USA: Sloane Stephen’s US Open victory & the ressurection of America’s women’s tennis – Tola Adenle

September 11, 2017

Sports, USA

First of all, a huge congratulations to the four semi-finalists at the just-concluded US Open: Coco Vandewghe, Madison Keys, Venus Williams and, of course, the newly-minted Leader of the Pack, Sloane Stephens.

America’s tennis establishment and tennis fans have longed for this. The stats were reeled out over and over again during the past fortnight, especially as the tournament entered the second week:

The last time an American woman – not named Williams – lifted the US Open trophy (1998); By the way, that was Lindsay Davenport, the coach of runner-up in this year’s tournament, Madison Keys.

The last time that all four players in a US Open semi-final women draw were Americans (1981).

The last American female NOT named Wiiliams lifted a major title, a Grand Slam, was Jennifer Capriati in 2002 at the Australian Open.

Et cetera et cetera.

In One word, the United States that used to dominate tennis so much that American ladies won 15 of the first 20 US Singles at the US Open, fell into a long dry spell with the exceptions of victories by Venus and Serena Williams.

Like sentries, the two have stood guard over America’s rich legacy, keeping hopes for younger talents who would come armed with the talent AND ESPECIALLY the hard work needed to make great champions. All over America are countless tennis courts, including public courts where Zina Garrison as well as Venus and Serena had their early training.

It’s all great now but pardon my saying so, America did not get to appreciate Venus and Serena OR Richard, their dad for quite a long while. Time was when Serena would face very hostile “home” crowd at [then] Flushing Meadows while the crowd would adopt whoever played Serena ALL the time and Venus some of the time.

Referress were particularly nasty to both; I remember vividly – like most Williams’ fans – a US Open when the umpire called an unforced error against Serena playing Capriatti. That umpire, not the first or last, gave that match to Capriatti, a former child star who self-destruct en route to greatness.

The girls handled everything, for the most part, with grace – especially Venus – and hung in there but the seeming deliberate actions to destabilize the girls  rattled the massively-talented Serena more than Venus.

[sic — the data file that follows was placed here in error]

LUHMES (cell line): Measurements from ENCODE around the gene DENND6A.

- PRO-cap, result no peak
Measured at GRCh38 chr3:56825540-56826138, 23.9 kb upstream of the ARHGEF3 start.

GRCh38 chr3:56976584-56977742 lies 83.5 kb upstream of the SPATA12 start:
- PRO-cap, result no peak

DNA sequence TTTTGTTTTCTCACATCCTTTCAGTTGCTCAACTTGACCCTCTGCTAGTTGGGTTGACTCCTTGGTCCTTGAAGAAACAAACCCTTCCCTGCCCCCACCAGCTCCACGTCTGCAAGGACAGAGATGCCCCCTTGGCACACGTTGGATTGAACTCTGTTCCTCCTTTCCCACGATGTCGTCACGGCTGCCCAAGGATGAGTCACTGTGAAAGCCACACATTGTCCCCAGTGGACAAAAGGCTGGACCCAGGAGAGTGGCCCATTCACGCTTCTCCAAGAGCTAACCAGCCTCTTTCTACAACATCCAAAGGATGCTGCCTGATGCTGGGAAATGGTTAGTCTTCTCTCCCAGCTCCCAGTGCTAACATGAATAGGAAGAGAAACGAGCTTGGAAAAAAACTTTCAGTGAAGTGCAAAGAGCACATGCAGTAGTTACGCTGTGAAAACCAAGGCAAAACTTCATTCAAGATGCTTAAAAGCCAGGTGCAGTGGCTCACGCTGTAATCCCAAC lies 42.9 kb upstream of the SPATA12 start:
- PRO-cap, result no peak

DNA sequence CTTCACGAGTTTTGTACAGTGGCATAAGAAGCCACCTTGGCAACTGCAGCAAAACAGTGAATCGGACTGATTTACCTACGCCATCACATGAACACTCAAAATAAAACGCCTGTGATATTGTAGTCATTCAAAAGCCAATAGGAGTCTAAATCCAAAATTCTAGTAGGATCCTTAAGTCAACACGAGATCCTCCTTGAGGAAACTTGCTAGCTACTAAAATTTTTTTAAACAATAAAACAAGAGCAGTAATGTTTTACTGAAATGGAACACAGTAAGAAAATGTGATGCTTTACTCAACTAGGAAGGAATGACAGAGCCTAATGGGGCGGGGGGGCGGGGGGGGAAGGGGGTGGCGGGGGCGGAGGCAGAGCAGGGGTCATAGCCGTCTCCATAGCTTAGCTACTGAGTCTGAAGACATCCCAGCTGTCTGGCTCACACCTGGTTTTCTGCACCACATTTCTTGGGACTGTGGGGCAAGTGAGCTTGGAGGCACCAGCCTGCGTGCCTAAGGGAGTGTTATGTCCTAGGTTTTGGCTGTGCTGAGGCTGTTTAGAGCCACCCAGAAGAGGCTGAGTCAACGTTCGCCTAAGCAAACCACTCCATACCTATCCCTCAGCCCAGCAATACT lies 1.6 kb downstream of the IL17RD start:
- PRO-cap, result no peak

Their family – father, mother and siblings, formed their bulwark of support and strength, while their being coached by their father right through the formative years and into most of their careers, remains, in my opinion, THE reason for their great success; their great work ethics, and the supreme confidence in who they are. Of course dedication to a sports they definitely love – not just labored at – is also very important.

As long as Venus and Serena stood guard, it gave young girls the determination that they too can enter the rarefied world of successful professional tennis players. Their sacrifice led to the many Russians and East Europeans on the tour these days: many are coached by family members like Venus and Serena. Both Miss Stephens and Madison Keys cite the Williamses as inspiration; countless other players on the tour do.

Here is a para from an old newspaper column about an incident at Wimbledon years ago. It shows a bit of what Venus and Serena faced as challengs till not long ago.

A link to the essay, posted here in 2011 is at the end:

And there is yet the latest Wimbledon snub that had the girls playing their first week matches on Court 2 when lesser mortals  who have never lifted trophies on Center Court were given star treatment. Hasn’t Venus lifted the Singles trophy FIVE times and Serena FOUR times for an incredible nine of the last eleven Wimbledon Finals? Give me a break, what scheduling? Where is r-e-s-p-e-c-t, even if love is absent?

NOTE: When Sharapova returned from her drug ban to the just-concluded US Open and Wozniacki complained about court assignation favoritism to Sharapova that ignored – as was apparently the practice – those who had won at US Open, fans were driven to take sides judging by online commen: it was implied Maria sells tickets!

it is a welcome change in the last couple of years or so that the Williamses’ contribution is finally being acknowledged. Richard Williams, too, should deserve a place at the Tennis Hall of Fame in Newport, RI. He showed the not-haves that it is possible to coach a tennis star outside the old tennis confines, and thereby made tennis careers achievable to many.

We all rejoice with Sloane, and feel great that at a mere 24, she is a good example  – along with Madison Keys, Coco Vandewghe and others – of a resurgent American Ladies team.

MONDAY, SEPTEMBER 11, 2017. 1:35 a.m. [GMT].






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